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Feb 8, 2016 10:06 AM CST
|I just bought 'Feelin Blue' which is a dwarf conifer with an expected height of 1'. I added some info to the database and noted that it is classified as a tree. I didn't propose a change to a shrub, which is what I think of it as, and am wondering if all dwarf conifers are considered to be very short trees? Interesting if so. Which then begs the question: how does one differentiate a shrub from a tree? |
I want to live in a world where the chicken can cross the road without its motives being questioned.
Feb 8, 2016 10:10 AM CST
|I've read that Deodar Cedar (Cedrus deodara 'Feelin' Blue') only reaches 2 to 4 feed in height with a spread to 6 feet ... to me that's not a tree but rather a small shrub or ground cover. |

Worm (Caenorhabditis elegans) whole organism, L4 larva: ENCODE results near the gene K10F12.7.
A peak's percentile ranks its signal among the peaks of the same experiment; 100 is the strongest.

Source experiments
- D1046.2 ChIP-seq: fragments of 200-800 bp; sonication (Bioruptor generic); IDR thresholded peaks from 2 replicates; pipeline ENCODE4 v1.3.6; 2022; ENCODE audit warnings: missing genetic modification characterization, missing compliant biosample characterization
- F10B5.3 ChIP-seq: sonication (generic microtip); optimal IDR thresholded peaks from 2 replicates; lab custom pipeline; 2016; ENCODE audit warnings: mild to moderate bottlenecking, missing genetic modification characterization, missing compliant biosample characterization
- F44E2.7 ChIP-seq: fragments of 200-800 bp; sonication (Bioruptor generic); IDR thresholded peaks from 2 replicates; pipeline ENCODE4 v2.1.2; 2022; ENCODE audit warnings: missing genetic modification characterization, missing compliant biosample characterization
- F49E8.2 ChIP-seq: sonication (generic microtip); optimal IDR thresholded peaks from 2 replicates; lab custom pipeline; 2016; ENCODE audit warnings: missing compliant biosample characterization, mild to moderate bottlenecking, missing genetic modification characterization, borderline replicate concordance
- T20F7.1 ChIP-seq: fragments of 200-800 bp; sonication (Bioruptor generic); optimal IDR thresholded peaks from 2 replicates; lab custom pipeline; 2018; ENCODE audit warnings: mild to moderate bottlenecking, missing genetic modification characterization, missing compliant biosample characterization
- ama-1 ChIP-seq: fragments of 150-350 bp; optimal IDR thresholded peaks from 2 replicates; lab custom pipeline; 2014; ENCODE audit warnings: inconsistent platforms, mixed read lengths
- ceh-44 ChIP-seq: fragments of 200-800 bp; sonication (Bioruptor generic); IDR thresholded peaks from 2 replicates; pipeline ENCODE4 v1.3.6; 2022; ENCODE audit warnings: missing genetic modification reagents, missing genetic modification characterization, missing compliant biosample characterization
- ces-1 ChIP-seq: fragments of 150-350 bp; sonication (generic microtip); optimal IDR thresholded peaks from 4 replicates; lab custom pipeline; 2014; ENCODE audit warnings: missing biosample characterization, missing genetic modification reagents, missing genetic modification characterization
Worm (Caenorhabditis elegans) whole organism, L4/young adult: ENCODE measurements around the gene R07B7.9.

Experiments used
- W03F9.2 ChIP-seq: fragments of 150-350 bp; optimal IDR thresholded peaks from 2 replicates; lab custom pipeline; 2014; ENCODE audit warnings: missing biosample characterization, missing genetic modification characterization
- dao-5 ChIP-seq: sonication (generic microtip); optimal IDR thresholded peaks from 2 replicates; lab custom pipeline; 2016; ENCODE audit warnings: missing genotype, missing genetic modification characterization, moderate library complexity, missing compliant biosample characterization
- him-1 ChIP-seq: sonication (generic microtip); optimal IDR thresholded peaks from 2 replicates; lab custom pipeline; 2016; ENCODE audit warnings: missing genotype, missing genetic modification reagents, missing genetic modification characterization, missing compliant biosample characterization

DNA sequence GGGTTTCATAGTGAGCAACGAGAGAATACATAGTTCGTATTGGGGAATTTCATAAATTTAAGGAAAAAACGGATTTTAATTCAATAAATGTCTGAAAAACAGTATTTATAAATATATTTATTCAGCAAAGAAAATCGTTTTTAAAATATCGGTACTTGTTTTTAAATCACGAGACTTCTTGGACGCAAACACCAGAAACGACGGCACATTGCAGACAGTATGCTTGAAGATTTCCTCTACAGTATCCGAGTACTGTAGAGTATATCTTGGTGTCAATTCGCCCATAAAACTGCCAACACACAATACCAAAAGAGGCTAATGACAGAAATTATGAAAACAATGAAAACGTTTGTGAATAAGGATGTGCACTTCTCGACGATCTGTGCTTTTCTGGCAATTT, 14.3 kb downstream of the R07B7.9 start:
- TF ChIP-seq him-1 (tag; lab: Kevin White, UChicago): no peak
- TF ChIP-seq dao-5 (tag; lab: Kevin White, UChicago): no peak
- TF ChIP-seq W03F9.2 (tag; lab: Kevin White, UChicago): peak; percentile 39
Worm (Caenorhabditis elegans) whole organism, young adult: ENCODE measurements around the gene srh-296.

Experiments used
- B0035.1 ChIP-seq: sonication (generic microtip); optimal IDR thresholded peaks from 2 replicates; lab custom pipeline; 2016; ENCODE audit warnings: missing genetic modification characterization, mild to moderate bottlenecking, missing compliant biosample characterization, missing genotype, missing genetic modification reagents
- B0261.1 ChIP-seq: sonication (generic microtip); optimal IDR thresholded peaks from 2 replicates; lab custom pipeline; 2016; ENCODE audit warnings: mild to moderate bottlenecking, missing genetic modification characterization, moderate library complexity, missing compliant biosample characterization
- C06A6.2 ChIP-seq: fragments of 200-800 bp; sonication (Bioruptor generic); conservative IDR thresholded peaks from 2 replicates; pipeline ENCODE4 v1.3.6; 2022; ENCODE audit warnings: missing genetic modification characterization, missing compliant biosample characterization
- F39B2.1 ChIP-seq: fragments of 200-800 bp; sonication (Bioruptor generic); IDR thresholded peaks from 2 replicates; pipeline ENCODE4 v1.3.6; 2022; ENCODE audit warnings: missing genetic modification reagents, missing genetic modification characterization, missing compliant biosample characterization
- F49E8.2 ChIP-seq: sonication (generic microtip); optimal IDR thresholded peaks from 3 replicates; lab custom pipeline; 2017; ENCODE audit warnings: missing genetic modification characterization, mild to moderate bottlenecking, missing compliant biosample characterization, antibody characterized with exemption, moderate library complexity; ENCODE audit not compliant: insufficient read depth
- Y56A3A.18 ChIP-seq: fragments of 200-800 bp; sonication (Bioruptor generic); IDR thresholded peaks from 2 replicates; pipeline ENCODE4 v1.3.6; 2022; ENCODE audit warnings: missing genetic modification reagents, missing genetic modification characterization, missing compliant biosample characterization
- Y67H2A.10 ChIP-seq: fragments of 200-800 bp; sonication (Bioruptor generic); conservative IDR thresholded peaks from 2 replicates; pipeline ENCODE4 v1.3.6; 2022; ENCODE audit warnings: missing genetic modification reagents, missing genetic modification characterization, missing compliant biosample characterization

~ Eat, Sleep .... Play in the dirt ~
Feb 8, 2016 12:53 PM CST
|I was curious so I searched and found this definition of a tree.|
"woody plant having one erect perennial stem (trunk) at least three inches in diameter at a point 4-1/2 feet above the ground, a definitely formed crown of foliage, and a mature height of at least 13 feet." http://treesandshrubs.about.co...
Of course that means that all young trees are at one point shrubs, and then grow into trees doesn't it? But not all shrubs will grow into trees. So it looks like maybe if it has the potential to become a tree it is classified as a tree?
Feb 8, 2016 1:56 PM CST
|There is no real distinction between a "tree" and a "shrub". Both are woody plants with trees typically understood to have a single main stem, while shrubs are more commonly multi-stemmed. People generally think of trees as being bigger than shrubs, but there is no clear line between the two.|